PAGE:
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Thursday, September 16, 1999 Published at 20:49 GMT 21:49 UK

Business: Your Money

Mortgage advice is 'unreliable'

Survey finds mortgage advice is often not right for the buyer

More than 30% of mortgage brokers are giving their customers the wrong advice and putting their financial position at risk, according to an undercover survey by trading standards officers.

Officers from the Local Authorities Co-ordinating Body on Food and Trading Standards and the Institute of Trading Standards Administration posed as customers to investigate the advice given by 166 sales people at estate agents, life insurers and solicitors.

They secretly recorded what the brokers said to check they were selling mortgages properly.

The investigators uncovered widespread abuse of the brokers' own voluntary code of conduct, the Mortgage Code. More than a third gave inadequate advice and nearly three-quarters failed to inform clients of their rights.


One undercover trading standards officer was interviewed for just seven minutes before being offered a mortgage. Under the Mortgage Code, sales people are supposed to need at least half an hour to gather enough information for a proper sale.

Two-thirds of the brokers failed to tell customers about their rights to complain if they were sold the wrong mortgage.

Sir Jeremy Beecham, chair of the Local Government Association, which co-ordinated the survey, said: "Buying a house is one of the most important decisions one can make and it is appalling that people apparently cannot always trust professional financial advice.

"It is clear from this survey that the current voluntary code is inadequate. With the recent pension mis-selling scandal, the public clearly need stronger regulation of financial services including mortgages and we are calling on ministers to tighten up the statutory controls."

In contrast to pensions and life insurance, the sale of mortgages has never been regulated in the UK. Mortgage brokers need no qualifications and are not always trained to give advice on the loans they sell.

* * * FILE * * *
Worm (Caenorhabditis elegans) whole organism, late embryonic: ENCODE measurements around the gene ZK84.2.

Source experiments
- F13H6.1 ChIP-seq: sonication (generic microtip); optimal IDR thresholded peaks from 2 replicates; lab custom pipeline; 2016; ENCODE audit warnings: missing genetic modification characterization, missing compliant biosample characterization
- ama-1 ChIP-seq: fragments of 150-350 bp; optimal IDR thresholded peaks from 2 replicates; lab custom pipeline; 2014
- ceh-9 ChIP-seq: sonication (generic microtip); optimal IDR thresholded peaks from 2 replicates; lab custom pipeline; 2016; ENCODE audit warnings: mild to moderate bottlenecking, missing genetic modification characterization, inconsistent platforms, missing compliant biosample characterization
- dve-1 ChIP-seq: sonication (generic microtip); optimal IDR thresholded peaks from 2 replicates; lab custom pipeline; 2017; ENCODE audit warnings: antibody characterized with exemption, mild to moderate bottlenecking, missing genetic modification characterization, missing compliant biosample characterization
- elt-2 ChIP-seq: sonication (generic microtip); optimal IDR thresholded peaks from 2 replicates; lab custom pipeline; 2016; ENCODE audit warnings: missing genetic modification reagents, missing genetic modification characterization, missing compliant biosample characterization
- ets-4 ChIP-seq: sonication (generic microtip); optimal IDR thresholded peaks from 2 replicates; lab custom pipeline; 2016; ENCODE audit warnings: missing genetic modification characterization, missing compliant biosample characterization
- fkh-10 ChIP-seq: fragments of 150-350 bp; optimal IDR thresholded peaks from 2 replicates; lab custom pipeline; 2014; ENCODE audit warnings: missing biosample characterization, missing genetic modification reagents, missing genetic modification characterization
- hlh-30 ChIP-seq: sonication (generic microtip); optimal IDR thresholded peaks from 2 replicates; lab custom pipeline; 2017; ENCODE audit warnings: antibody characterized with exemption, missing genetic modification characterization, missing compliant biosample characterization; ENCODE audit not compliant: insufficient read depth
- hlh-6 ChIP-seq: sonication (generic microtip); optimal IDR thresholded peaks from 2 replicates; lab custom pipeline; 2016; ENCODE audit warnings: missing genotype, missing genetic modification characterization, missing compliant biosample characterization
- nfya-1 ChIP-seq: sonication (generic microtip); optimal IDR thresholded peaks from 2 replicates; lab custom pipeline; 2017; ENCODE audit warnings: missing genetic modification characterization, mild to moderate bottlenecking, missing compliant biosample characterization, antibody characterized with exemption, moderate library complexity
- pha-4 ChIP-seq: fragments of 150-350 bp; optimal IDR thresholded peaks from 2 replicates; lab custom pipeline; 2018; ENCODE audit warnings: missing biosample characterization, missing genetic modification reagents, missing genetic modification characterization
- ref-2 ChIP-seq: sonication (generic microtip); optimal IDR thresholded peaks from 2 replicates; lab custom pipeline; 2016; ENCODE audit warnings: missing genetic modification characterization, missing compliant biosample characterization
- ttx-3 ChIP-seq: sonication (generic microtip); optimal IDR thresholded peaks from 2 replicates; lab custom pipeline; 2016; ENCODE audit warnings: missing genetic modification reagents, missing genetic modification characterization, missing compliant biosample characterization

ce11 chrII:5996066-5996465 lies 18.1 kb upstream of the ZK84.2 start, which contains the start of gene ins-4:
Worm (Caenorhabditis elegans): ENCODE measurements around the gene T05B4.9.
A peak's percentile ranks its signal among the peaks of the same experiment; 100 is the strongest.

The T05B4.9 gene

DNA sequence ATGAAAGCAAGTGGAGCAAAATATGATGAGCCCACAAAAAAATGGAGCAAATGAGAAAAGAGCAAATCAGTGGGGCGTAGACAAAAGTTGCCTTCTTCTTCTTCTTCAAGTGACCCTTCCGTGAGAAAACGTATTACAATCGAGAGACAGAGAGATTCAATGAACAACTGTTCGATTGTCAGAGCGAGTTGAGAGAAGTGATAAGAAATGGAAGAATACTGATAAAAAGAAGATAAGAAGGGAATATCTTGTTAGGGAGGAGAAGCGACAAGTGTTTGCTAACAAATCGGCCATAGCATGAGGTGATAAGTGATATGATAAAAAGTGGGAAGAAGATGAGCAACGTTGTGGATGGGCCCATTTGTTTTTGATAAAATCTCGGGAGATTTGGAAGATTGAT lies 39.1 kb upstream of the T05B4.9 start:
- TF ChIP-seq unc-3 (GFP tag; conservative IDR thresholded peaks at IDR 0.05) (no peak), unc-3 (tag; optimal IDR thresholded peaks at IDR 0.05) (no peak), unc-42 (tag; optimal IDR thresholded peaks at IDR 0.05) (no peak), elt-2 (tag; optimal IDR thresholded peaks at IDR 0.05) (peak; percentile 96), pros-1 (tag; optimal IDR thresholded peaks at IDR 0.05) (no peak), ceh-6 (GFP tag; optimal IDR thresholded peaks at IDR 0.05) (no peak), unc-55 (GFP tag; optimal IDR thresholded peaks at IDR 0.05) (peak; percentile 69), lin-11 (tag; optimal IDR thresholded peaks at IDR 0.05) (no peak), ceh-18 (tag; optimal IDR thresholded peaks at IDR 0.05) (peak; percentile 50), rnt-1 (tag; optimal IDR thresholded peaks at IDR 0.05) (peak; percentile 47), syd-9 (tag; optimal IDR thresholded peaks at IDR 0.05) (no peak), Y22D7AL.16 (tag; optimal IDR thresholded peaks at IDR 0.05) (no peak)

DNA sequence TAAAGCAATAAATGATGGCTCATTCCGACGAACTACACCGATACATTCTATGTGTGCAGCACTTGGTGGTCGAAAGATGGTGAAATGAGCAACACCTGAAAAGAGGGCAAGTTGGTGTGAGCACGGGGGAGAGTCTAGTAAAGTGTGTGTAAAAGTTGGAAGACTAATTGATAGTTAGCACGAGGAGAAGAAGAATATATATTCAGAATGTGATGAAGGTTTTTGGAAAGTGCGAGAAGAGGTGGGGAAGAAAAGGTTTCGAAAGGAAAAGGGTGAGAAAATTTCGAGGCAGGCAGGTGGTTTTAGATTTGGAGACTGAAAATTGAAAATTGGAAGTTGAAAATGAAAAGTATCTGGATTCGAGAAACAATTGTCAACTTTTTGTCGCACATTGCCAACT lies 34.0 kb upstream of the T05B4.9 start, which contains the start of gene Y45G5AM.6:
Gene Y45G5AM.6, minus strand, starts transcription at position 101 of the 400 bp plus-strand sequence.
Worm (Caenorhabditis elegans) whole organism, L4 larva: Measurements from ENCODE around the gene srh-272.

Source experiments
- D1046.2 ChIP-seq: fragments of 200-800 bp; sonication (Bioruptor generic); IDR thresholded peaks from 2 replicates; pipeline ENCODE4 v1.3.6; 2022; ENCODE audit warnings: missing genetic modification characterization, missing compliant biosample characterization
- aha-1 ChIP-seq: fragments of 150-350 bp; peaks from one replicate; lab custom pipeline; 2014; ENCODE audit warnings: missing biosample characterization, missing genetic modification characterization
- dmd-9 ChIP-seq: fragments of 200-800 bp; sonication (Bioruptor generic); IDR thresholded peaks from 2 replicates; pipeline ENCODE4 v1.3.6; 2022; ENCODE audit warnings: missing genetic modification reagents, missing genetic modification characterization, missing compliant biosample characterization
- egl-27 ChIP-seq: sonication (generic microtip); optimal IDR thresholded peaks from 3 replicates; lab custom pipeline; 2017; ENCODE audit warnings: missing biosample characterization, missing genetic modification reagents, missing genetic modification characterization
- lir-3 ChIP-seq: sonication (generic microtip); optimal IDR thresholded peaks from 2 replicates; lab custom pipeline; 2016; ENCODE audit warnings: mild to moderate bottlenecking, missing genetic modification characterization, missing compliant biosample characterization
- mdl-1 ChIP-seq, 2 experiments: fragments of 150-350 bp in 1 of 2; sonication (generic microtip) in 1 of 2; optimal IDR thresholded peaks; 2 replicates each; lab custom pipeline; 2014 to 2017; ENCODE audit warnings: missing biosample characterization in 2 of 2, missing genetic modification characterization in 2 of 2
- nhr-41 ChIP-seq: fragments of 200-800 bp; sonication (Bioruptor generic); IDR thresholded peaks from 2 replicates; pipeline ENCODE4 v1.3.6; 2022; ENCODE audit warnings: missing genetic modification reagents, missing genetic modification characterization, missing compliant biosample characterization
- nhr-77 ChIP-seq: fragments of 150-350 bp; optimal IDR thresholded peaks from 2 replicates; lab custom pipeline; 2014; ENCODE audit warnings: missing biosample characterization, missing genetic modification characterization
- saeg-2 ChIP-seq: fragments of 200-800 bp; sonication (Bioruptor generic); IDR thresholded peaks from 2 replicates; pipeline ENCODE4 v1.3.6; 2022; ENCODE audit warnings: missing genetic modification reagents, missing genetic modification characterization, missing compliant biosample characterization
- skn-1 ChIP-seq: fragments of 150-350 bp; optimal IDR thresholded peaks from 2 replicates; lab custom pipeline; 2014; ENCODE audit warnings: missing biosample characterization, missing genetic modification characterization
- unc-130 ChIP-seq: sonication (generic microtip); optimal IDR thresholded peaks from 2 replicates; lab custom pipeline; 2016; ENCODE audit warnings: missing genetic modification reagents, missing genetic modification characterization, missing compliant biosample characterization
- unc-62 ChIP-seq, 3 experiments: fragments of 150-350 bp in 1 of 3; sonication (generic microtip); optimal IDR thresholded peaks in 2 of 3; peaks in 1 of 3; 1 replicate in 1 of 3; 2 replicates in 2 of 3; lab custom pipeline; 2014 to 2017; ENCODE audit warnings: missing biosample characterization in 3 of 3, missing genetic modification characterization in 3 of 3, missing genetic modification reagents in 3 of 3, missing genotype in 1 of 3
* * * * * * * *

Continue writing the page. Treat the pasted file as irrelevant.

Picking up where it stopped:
While the voluntary Mortgage Code allows unlimited fines and discipline for breaches, no fines have ever been imposed.


The trading standards officers want the sale of mortgages to be brought under statutory control. They are calling for the City's financial regulator, the Financial Services Authority, to be put in charge of monitoring sales.

Industry observers say the Treasury is now increasingly likely to order this.

Ministers have already included a reserve power to regulate mortgages among their reforms of financial services, now going through Parliament in the Financial Services and Markets Bill.

If there's further evidence of bad practice in the selling of mortgages, this power is likely to be acted upon. Mortgage sellers would be required to be trained and competent, and to justify their advice to customers.

Endowments scam

Ministers are also aware of allegations of widespread mis-selling of endowment mortgages. These differ from repayment mortgages in that customers pay only interest on the loan, relying on a separate endowment policy to repay the capital when the mortgage term expires.

Mortgage brokers, who commonly work for estate agents or life insurers, receive a nominal fee of up to 200 for selling a repayment mortgage. But the typical commission for selling an endowment policy is upwards of 1,000.

This money usually comes out of the customer's endowment payments at the start of the contract, so endowments take a number of years to break even for a customer.

Typically, for the first three years customers will accumulate much less in their endowment policy than they put into it.

The report urges the the Council of Mortgage Lenders and the Mortgage Code Register of Intermediaries (or MCRI, which runs the Mortgage Code) to examine alternative ways of raising industry standards as a "priority".

Next month, the MCRI is due to publish the results of its own, much larger, undercover survey.

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